A Guide to Dog Anxiety: Causes, Signs & How to HelpDr. Linda Simon MVB MRCVS 28 June 2022
It's Dog Anxiety Awareness Week and we wanted to write a blog on canine anxiety and what it may mean for you and your furry friend. It wasn’t too long ago that this condition was not acknowledged. In recent years, canine mental health has been much better recognised. We now know that our dog’s mental health is something we need to be aware of and support.
What is canine anxiety?
Being over-excited, acting nervous and separation anxiety in dogs is not uncommon. We know that every dog is different, so will react to situations in different ways.
Canine anxiety comes in many forms and can incorporate:
- Noise phobias. While fireworks are the main culprit, dogs can also be fearful of e.g. gun shots and the vacuum cleaner.
- Separation anxiety. Some dogs find it highly stressful when left alone or when their ‘preferred’ owner leaves them in the care of someone else.
- Fear-related anxiety. Experiences like a trip to the groomers or a day out in the city can cause some nervous dogs a huge deal of stress.
- Age-related anxiety. Though not every dog experiences this, some find life harder to cope with as they get older. This is especially true for those dogs who suffer with cognitive decline.
What causes anxiety in dogs?
This is a great question. Unfortunately, we don’t always know the answer. Those who have been poorly socialised when younger are at a higher risk of becoming anxious adults. Without exposing them to different situations when young, they may be spooked by them when older. It is also true that those with little to no routine or training may find the world harder to cope with.
Some dogs are genetically predisposed to being nervous nellies.
Many owners who have taken on rescue dogs assume they have been neglected or abused due to their behavioural issues and anxiety. However, this is not always the case. For many, it will simply be that they did not have proper socialisation and exposure during key phases of their early life.
Signs & symptoms of dog anxiety
While we can all recognise the anxious dog quivering in the corner of the vet’s waiting room, some signs of stress are more subtle than this. Be on the lookout for:
- Pacing or restlessness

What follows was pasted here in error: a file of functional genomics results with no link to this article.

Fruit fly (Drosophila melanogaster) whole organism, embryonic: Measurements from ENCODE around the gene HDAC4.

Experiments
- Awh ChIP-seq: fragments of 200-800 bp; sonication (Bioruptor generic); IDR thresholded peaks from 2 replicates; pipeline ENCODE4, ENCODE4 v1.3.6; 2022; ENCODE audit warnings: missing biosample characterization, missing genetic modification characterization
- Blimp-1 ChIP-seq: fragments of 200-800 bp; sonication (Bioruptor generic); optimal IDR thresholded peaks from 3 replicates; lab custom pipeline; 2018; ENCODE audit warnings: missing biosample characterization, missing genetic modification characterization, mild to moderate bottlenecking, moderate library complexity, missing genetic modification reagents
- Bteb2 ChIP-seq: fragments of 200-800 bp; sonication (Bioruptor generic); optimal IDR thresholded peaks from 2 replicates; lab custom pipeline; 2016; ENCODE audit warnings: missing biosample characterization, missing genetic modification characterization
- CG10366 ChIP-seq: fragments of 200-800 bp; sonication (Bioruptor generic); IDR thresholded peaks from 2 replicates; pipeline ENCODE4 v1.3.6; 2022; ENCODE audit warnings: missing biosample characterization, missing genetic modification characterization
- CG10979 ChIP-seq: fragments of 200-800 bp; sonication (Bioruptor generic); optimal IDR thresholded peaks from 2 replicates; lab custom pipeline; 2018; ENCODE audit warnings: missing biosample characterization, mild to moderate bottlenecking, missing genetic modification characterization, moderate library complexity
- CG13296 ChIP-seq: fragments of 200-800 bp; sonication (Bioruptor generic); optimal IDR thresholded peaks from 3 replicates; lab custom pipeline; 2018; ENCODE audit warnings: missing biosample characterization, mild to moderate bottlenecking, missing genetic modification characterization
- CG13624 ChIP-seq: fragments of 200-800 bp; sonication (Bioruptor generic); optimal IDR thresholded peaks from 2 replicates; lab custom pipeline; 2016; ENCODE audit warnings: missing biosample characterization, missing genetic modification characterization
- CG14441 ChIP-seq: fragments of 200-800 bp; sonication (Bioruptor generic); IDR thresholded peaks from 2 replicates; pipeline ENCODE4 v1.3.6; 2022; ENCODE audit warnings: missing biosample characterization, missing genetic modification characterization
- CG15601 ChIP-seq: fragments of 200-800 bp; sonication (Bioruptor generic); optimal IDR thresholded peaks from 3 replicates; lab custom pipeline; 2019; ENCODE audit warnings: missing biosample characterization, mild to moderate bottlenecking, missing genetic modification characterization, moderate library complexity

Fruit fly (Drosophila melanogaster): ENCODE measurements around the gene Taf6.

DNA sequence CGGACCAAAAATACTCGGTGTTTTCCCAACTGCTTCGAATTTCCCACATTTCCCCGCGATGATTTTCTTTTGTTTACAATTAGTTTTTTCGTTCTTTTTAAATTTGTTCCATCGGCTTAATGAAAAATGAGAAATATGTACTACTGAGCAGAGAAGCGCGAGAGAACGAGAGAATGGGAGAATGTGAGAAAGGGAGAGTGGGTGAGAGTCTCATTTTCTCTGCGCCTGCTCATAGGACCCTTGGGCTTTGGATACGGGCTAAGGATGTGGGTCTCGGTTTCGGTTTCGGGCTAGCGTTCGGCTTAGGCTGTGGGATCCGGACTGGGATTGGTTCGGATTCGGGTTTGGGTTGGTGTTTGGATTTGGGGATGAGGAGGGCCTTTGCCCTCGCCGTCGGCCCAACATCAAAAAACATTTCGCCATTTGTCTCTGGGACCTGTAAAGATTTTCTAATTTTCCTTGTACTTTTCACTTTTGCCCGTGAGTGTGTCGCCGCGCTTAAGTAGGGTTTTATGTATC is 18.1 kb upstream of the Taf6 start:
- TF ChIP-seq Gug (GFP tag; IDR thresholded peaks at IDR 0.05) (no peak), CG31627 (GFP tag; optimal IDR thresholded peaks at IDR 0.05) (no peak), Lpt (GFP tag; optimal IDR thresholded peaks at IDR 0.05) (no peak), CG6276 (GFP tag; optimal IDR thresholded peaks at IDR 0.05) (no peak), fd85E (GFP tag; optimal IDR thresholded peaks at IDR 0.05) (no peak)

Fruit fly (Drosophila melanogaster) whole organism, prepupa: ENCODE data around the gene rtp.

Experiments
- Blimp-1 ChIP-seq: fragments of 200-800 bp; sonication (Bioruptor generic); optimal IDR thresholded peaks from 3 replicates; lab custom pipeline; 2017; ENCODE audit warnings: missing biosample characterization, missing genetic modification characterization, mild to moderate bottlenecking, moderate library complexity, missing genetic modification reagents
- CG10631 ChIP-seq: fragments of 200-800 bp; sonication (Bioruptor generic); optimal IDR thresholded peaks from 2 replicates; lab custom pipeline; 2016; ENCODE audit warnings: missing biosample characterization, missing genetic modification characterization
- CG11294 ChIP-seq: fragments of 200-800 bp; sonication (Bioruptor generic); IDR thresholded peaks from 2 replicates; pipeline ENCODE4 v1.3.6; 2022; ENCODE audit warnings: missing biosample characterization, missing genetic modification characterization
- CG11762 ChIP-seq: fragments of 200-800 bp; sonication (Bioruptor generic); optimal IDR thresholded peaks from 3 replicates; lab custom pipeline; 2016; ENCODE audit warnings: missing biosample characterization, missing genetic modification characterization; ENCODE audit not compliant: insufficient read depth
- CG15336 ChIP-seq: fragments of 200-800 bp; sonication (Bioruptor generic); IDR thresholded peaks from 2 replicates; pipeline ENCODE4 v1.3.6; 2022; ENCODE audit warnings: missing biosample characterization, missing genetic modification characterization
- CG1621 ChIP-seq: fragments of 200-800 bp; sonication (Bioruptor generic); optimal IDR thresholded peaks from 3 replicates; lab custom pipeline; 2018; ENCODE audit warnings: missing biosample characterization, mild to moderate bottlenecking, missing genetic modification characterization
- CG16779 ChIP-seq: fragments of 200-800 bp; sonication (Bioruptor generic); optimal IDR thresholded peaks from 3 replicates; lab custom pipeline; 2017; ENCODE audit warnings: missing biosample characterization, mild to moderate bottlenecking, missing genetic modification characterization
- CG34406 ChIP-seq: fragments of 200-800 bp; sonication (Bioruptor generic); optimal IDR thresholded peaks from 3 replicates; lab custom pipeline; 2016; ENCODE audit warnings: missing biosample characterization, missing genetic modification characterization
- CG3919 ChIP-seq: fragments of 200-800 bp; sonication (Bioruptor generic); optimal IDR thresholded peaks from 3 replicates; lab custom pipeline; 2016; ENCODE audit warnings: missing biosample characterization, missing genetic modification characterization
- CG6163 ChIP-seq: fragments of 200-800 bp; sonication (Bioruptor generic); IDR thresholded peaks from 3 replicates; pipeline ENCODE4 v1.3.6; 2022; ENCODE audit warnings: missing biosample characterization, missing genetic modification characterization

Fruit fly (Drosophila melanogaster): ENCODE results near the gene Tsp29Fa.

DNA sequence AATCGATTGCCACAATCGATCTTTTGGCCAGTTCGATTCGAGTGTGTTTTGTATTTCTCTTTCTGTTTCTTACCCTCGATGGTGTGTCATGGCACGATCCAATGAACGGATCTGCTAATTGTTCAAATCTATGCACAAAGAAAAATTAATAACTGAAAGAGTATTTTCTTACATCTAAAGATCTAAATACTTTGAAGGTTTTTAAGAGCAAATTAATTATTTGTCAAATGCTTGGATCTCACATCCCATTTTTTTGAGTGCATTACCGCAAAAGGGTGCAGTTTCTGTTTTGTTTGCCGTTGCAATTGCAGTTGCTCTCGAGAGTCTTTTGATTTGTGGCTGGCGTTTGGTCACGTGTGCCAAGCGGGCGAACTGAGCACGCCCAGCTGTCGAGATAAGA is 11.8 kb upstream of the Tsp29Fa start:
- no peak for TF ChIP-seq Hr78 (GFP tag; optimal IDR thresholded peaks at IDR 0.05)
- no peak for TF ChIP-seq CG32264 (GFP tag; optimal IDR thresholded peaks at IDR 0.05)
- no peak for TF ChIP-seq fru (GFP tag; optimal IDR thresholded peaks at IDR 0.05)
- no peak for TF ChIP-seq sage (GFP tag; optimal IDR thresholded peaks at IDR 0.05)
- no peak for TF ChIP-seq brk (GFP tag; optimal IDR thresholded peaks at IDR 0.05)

- Uncharacteristic aggression
- Excessive barking
- Destructive behaviour
Your dog may show a range of the above symptoms and can show different signs depending on the level of their anxiety. For some, they may initially go quiet and watchful and this can then progress to more obvious symptoms with time.
How to deal with dog anxiety
If you have recognised that your dog is showing signs of anxiety you will be keen to remedy the issue. While there isn’t likely to be a quick fix, there are plenty of available options.
They key is identifying your dogs triggers and putting yourself in their shoes. The more we understand the behaviour, the better chance of us treating it successfully.
Consider the use of training methods such as desensitisation and counter-conditioning. It can help to work with a behaviourist who will make a tailored plan that is specific to your dog’s needs. Some will do well with prescription anxiolytic drugs prescribed by their vet.
Many ‘stress heads’ benefit from calming products such as an Adaptil collar or plug in. The release of dog appeasing pheromone sends a calming message and helps dogs relax.
Do not under estimate the important of a solid routine. Dogs love predictability and feel comfort in getting up and being fed and walked at the same time each day.
Work hard on keeping your dog’s mind busy. As is true with us, an idle mind is the devil’s workshop. Bored dogs can have too much time to overthink and become anxious. Provide them with lots of interesting training, long walks and games.
How to deal with separation anxiety in dogs
As with any kind of training, dogs’ brains work by association. Separation anxiety in dogs is very common but helping your dog get used to the situation can help them cope better. Remember, a sleepy pooch is a stress-free pooch: ensuring your dog is well exercised is always important, but it’s especially helpful when prepping for stressful or exciting times. If your dog is trained to bring the ball back, playing fetch is a fun way to get rid of excess energy! When your dog is tired out and ready for a nap, they’re less likely to show signs of separation anxiety. You’ll usually find dogs that can be left alone are content because they are well exercised, so feel more relaxed. Practice makes perfect! Invest some time to get your dog used to being left alone by instigating a positive routine when you’re leaving:
- Try and make time to take your dog for a short walk before you leave, even if you won’t be gone for long.
- When you get home have a place that you can settle them in, where they feel safe. Maybe on their bed, or in their crate.
- Spend a few minutes giving them a bit of a fuss before you leave (and maybe a treat!). A few of our Calming Crunchies make for a great farewell snack to get them relaxed and happy.
Have other family members who are usually in your home encourage the routine as well, so your dog becomes comfortable with the experience no matter who is settling them in and leaving. Practising this routine every time your dog will be left alone will help creative a positive association with the experience!
How to deal with anxious dog barking